Other members of the ‘Beatles’ cell are said to include Mohammed Emwazi, the group’s ringleader, also known as Jihadi John, who was killed in a US air strike in 2015, while Aine Davis is in jail in Turkey for terror offences, while Aine Davis is in jail in Turkey for terror offences

A spokesman for the Supreme Court told MailOnline today: ‘This morning the Supreme Court issued the final order in the case of Elgizouli (Appellant) v Secretary of State for the Home Department (Respondent).

‘The order records and gives effect to the Court’s decision in its judgment that the SSHDs decision was unlawful under Part 3 of the Data Protection Act 2018.

‘The Divisional Court had ordered that ‘the Secretary of State will provide no further material to the US Government pursuant to any request for Mutual Legal Assistance’ and that order was to stay in force until the appeal to the UKSC was determined. That has now happened.

‘The order concludes the proceedings in the Supreme Court, which means that the stay (the stop) on providing material to the US Government is removed.’

The Western hostages captured, tortured and killed by the beheading gang

American journalist who kept up fellow prisoners’ morale 

James Foley, from Illinois, USA, was a journalist who first went missing in November 2012

James Foley, from Illinois, in the US, was a journalist who first went missing in November 2012.

On his way to an internet cafe,  while reporting for the GlobalPost, he had been taken hostage at gunpoint by militants from the group Jabhat al Nusra in Taftanaz, northern Syria.

Jabhat al Nusra subsequently joined forces with ISIS – which did not exist in anything like its current form when Mr Foley was taken.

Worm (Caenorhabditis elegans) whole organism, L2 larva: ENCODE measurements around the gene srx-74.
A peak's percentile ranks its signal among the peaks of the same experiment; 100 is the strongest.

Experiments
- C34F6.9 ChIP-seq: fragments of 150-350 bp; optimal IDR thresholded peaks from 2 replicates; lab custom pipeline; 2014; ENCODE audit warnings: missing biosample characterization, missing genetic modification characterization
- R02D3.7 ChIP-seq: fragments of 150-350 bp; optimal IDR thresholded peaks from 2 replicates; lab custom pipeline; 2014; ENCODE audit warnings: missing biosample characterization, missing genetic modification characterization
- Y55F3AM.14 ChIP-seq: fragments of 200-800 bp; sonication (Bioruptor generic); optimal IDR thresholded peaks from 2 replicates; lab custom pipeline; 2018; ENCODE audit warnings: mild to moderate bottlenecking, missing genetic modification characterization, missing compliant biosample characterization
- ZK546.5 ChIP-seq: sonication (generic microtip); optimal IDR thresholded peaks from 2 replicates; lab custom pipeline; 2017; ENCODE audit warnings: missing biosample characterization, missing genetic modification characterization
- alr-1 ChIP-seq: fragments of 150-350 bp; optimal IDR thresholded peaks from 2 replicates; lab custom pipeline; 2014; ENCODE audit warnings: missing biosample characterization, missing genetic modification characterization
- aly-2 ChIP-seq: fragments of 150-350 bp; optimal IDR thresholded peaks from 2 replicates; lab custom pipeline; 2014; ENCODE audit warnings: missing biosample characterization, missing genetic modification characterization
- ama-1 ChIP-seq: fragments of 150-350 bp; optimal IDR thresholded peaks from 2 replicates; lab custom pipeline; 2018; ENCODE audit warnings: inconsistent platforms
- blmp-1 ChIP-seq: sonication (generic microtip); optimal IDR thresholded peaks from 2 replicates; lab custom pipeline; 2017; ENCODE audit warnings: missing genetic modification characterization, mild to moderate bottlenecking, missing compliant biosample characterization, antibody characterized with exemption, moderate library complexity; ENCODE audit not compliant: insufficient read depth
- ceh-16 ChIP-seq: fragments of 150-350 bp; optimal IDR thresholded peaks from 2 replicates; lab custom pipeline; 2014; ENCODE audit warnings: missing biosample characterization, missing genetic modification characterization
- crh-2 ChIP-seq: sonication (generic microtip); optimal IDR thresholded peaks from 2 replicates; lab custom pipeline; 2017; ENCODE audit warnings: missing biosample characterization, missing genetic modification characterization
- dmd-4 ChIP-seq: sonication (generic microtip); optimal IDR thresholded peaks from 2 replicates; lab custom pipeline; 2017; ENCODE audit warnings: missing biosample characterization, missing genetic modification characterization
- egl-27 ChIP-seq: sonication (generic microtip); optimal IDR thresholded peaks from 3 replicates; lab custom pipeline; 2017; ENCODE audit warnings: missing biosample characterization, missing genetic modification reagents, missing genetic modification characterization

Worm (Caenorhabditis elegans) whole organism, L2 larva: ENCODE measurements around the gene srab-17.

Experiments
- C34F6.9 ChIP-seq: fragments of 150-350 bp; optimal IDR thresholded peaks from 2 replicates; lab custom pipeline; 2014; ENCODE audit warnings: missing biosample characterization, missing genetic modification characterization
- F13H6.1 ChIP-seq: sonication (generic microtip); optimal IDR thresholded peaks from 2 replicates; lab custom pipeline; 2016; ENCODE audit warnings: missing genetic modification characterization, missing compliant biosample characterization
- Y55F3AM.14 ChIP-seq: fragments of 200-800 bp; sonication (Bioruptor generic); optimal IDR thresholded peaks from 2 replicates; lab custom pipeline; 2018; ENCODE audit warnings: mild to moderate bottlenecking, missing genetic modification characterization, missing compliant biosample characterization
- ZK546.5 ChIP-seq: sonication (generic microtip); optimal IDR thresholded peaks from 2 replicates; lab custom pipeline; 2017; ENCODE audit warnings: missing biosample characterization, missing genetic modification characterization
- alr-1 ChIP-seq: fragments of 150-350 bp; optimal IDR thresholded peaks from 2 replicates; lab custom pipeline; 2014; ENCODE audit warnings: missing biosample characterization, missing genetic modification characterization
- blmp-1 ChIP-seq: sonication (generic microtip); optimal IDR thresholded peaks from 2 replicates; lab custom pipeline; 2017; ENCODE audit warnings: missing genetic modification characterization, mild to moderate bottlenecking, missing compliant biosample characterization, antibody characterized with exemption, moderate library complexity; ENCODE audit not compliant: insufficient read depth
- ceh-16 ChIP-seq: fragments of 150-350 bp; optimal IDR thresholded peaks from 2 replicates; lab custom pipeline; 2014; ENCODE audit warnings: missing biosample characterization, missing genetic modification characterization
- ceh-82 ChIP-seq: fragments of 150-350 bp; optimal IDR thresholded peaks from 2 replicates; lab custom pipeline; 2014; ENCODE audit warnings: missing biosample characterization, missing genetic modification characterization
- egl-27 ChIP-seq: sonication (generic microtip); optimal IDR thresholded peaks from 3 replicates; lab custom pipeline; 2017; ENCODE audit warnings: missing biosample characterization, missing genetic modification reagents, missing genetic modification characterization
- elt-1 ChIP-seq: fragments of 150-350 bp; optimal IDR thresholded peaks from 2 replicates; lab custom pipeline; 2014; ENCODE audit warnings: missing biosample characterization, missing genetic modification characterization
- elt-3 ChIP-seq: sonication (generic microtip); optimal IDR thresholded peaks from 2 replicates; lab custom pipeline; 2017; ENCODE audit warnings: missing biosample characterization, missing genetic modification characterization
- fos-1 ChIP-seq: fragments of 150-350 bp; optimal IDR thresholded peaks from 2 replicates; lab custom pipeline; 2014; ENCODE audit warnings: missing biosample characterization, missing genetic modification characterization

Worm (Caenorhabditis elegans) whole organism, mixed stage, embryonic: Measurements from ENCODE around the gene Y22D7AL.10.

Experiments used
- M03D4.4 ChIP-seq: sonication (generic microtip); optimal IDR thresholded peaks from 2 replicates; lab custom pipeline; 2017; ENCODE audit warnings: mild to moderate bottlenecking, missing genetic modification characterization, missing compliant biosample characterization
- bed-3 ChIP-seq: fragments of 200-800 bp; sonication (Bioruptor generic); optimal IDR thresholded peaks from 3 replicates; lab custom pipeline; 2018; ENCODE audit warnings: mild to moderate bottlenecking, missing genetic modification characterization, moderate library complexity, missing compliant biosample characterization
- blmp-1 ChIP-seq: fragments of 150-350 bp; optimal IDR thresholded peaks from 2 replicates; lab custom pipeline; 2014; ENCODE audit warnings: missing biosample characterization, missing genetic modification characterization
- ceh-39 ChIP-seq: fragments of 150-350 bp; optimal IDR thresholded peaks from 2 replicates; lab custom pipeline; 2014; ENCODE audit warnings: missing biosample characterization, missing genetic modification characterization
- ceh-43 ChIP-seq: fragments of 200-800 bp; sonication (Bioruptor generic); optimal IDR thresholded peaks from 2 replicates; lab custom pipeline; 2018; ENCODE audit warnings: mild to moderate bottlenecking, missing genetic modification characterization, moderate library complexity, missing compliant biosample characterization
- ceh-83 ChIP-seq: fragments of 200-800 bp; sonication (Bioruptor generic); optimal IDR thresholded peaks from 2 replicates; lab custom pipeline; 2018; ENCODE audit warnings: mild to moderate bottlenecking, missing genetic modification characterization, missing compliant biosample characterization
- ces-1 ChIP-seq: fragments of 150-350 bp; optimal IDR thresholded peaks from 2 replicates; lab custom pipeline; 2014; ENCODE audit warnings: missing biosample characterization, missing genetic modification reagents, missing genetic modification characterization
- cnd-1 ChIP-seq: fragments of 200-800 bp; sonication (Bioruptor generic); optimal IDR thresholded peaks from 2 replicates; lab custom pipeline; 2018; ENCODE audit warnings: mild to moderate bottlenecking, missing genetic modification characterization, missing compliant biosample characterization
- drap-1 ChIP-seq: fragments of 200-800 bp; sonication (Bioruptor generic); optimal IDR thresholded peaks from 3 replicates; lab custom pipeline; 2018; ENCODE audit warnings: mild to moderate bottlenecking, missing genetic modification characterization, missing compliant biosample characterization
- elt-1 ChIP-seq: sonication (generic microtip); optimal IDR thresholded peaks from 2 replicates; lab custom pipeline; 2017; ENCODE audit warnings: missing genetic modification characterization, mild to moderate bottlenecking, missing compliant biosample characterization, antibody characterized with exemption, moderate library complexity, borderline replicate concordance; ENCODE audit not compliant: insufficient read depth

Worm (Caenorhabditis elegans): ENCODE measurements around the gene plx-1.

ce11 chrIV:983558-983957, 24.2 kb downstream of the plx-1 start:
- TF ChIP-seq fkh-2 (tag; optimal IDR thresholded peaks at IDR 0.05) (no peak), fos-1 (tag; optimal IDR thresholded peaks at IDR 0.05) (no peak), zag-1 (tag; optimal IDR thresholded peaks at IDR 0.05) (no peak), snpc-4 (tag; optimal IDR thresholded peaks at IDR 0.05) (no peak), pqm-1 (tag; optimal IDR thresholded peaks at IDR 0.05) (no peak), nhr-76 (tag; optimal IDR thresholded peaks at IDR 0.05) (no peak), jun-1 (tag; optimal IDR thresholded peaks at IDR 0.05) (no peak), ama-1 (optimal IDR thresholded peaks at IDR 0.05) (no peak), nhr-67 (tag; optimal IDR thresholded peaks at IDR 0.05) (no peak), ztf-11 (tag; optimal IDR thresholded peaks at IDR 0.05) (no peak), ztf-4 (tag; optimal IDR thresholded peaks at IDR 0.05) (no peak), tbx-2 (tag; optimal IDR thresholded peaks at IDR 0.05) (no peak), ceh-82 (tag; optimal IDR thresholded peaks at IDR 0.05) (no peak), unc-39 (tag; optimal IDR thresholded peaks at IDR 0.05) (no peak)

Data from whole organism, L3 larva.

Mr Foley joined other prisoners, who were European and British, in the ISIS prison and despite attempts to rescue him, he was eventually murdered by his captors.

His fellow prisoners spoke kindly of Foley, who called people ‘Bro’ and never argued over shortages of food, despite meagre rations equating to cup of food-a-day, often sharing his portion and his blanket. 

Mr Foley often made efforts to maintain prisoners’ morale, persuading them to play games and to give talks on their favourite subjects.

He even organised a ‘Secret Santa’ during Christmas 2013, encouraging hostages to make gifts out of whatever they could find. 

ISIS posted his execution video, titled ‘A Message to America’ to social media as proof of his death.

In scripted remarks before his killing, kneeling in an orange jump suit, he said: ‘I wish I could have the hope of freedom and seeing my family once again. 

‘But that ship has sailed. I guess all in all I wish I wasn’t American.’ 


‘The guy lit up a room’: US freelance journalist who was an avid rugby player